IRS News Release  
October 04, 1999

New Offer In Compromise Applications Being Accepted
for Taxpayers Facing Economic Hardships

WASHINGTON - The Internal Revenue Service started accepting applications Monday for a new type of Offer in Compromise plan designed to help some taxpayers facing severe or unusual economic hardships. For the first time, the IRS will be able to consider economic hardship factors in cases where taxpayers try to settle unpaid tax debts through the Offer in Compromise program and where settlement would promote effective tax administration.

“This program creates a new way for the IRS to help some people trapped in severe hardships,” IRS Commissioner Charles O. Rossotti said. “We have more power to work with struggling taxpayers trying to settle their tax debt.” The change expands the Offer in Compromise program, which allows the IRS to negotiate a settlement with people unable to pay their entire tax bill. Previously, the IRS could accept the taxpayer’s Offer in Compromise only when there was doubt about whether the tax debt could ever be collected or whether it was owed.

The IRS Restructuring and Reform Act approved last year by Congress and President Clinton called for expanding the Offer in Compromise program as part of a new set of taxpayer rights provisions.

The new category of Offer in Compromise can be used in cases where acceptance of the offer would promote effective tax administration and would not undermine compliance with the tax laws. Taxpayers may be eligible for this new provision if:
(1) Collection of the entire tax liability would create economic hardship, or
(2) Exceptional circumstances exist where collection of the entire tax liability would be detrimental to voluntary compliance.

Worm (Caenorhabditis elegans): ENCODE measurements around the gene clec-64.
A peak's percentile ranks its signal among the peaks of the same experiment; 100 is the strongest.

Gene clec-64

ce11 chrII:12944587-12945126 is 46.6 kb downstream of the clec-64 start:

• To qualify, taxpayers must have a history of paying and filing their taxes.
  • To apply for this new way of settling tax debts, taxpayers can obtain a copy of Form 656-A through the IRS web site at The new form can be found by going to the “Forms and Pubs” section and looking under “Forms and Instructions.”

Applicants will also need to submit a copy of Form 656, the standard Offer in Compromise application. Taxpayers applying for the new economic provision will be considered first under one of the traditional Offer in Compromise options. If the taxpayer is not eligible for a traditional Offer in Compromise, then the IRS will consider the application under the new economic hardship guidelines.

“With this new program, we’ll be able to help some people we couldn’t help before,” Rossotti said.

The IRS cautioned the new program is designed only for taxpayers entangled in very severe circumstances. It’s not designed to be a sweeping program for everyone with financial problems, and it shouldn’t be viewed as an invitation to avoid paying taxes.

What the new provision reflects is a commitment by the IRS to expand access to the Offer in Compromise program. To help taxpayers, the IRS moved earlier this year to create more straightforward rules, allow greater flexibility by key agency employees and add new payment procedures for the Offer in Compromise program.

“In the end, this helps all taxpayers,” Rossotti said. “Instead of collecting nothing from people with an unpaid tax bill, we’re able to collect something.”

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